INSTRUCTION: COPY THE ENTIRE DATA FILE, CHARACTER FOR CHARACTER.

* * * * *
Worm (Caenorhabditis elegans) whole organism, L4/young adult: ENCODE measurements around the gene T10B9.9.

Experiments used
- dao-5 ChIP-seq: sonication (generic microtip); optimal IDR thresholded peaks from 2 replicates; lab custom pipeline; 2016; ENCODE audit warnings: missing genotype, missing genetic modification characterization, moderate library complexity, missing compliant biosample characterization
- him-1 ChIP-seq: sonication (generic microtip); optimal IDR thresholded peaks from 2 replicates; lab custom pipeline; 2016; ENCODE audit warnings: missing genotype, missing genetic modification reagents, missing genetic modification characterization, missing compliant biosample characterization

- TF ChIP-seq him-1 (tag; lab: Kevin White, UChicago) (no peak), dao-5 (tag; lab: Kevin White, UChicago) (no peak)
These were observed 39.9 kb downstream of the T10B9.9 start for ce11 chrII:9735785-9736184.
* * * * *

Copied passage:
Worm (Caenorhabditis elegans) whole organism, L4/young adult: ENCODE measurements around the gene T10B9.9.

Experiments used
- dao-5 ChIP-seq: sonication (generic microtip); optimal IDR thresholded peaks from 2 replicates; lab custom pipeline; 2016; ENCODE audit warnings: missing genotype, missing genetic modification characterization, moderate library complexity, missing compliant biosample characterization
- him-1 ChIP-seq: sonication (generic microtip); optimal IDR thresholded peaks from 2 replicates; lab custom pipeline; 2016; ENCODE audit warnings: missing genotype, missing genetic modification reagents, missing genetic modification characterization, missing compliant biosample characterization

- TF ChIP-seq him-1 (tag; lab: Kevin White, UChicago) (no peak), dao-5 (tag; lab: Kevin White, UChicago) (no peak)
These were observed 39.9 kb downstream of the T10B9.9 start for ce11 chrII:9735785-9736184.